The shot put and discus are the two most widely competed in throwing events and have similar technical cues, so I am going to start the technique portion of the Beginner’s Guide with these events. The shot put has two different techniques: the glide and the rotational. The rotational technique is similar to the discus spin, but the glide is a very different movement. The principles and process below will apply to the rotational and glide techniques.
Balance is the first principle that a thrower needs to address when first starting or at the start of the new season. In order to apply the most force to the implement, throwers need to be able to go through the movement smoothly. The two most common balance issues occur when a thrower is transitioning from the back of the circle to the middle and when the athlete is releasing the implement.
Guidelines for Improving Balance
- Head Position is the leading cause of balance issues with most throwers. A thrower’s head/eyes should always be on the horizon and should never lead the body into a movement.
- Repetition is also important to improving balance. Your body is smart enough to correct a lot of balance issues if you give it enough opportunities.
Acceleration is the second principle and should only be addressed after balance. Acceleration is harder to achieve when a thrower is off balance and if it is achieved it can be lost at various points in the throw due to balance issues. When thinking about acceleration, it is important to understand what you are trying to accelerate. A thrower must be able to increase the speed of the implement upon release to throw farther.
Guidelines for Accelerating the Implement
- Focus on the Implement–Have the perspective of accelerating the implement. This may or may not include accelerating the body depending on how the athlete is transferring momentum into the implement.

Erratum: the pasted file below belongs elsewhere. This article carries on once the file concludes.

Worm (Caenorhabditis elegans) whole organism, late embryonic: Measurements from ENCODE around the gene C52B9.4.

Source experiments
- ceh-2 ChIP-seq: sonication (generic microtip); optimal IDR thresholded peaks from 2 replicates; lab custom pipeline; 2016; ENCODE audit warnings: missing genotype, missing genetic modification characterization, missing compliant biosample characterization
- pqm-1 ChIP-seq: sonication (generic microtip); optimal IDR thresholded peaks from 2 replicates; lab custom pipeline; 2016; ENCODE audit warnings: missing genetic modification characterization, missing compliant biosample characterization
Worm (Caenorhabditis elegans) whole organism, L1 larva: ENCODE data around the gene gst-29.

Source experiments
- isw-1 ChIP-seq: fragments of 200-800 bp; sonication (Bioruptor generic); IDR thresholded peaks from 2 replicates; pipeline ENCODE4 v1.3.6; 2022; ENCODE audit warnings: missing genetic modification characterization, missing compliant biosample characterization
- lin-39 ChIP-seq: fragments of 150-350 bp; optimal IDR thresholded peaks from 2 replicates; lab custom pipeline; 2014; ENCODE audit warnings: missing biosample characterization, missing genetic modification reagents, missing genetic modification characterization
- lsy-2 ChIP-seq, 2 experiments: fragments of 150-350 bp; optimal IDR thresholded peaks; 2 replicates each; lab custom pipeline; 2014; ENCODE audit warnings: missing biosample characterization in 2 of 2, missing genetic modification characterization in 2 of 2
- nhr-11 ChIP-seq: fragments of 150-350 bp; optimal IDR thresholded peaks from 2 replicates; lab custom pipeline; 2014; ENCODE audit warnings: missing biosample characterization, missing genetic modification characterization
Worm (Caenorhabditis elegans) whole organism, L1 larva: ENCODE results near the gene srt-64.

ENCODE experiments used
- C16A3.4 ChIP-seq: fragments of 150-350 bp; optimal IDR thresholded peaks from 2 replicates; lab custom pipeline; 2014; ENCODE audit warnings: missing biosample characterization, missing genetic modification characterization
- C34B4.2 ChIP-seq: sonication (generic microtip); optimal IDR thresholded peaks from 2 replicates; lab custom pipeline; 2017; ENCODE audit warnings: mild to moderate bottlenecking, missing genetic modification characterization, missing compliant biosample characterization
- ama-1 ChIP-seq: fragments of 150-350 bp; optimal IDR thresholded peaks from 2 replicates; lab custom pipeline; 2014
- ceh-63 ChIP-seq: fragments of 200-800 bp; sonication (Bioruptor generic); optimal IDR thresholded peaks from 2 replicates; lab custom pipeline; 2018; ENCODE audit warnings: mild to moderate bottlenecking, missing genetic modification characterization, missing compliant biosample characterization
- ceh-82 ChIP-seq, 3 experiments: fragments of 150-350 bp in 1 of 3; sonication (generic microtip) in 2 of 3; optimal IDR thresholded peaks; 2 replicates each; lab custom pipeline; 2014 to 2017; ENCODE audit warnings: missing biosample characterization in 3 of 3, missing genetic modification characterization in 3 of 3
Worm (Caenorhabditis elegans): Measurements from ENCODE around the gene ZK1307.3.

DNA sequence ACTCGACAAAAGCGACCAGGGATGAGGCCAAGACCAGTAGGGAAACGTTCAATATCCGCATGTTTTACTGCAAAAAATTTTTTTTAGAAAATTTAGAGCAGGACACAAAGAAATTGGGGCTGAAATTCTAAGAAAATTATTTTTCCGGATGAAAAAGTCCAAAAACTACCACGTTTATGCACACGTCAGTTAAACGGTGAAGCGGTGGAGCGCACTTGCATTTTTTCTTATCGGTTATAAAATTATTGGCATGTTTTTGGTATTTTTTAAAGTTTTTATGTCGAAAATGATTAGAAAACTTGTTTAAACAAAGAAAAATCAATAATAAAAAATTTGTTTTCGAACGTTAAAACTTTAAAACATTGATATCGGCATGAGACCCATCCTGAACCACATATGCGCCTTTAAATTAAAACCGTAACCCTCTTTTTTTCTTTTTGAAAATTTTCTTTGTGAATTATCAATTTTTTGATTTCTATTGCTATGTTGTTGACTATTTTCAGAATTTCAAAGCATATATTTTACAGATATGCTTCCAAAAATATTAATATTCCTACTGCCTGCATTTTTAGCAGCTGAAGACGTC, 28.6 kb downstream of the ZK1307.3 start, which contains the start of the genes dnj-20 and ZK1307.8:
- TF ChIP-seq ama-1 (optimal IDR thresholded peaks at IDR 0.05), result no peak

- Start Slow-This will allow you to stay balanced and give you room to accelerate throughout the throw.
Separation is the last principle and needs to be addressed last for several reasons. If a thrower focuses on separation before grasping the concept of acceleration, most likely they will stall out because most ques regarding separation involve holding the upper body back.
Positions related to separation can help athletes when they are trying to improve their balance; however during the first step the focus should be on balance not the performance benefits of separation.
There are two different types of separation one can create during a throw: upper-lower, right-left.
Guidelines for Creating Separation
- Upper-Lower Separation-is when the feet and hips get ahead of the upper body creating torque, and when executed properly will help increase acceleration of the implement at the end of the throw. Typically people will use cues such as holding the throwing arm or shoulder back, or getting feet down and turning faster.
- Right–Left Separation-is when a thrower creates a stretch reflex across the body. An example of this concept occurs near the release where the athlete will throw their non-throwing arm ahead to create a stretch across the chest and accelerate the throwing arm.
The principles and process for improving a throw laid out above will work for anyone, from beginners to advanced athletes. The only aspect of the process that differs depending on skill level is time; a beginner may work on balance for an entire season, an intermediate thrower may focus on balance for the first few weeks of the season, and an advanced thrower may focus on balance the first couple throws of every practice and may go through this process several times in a single practice fine-tuning a throw.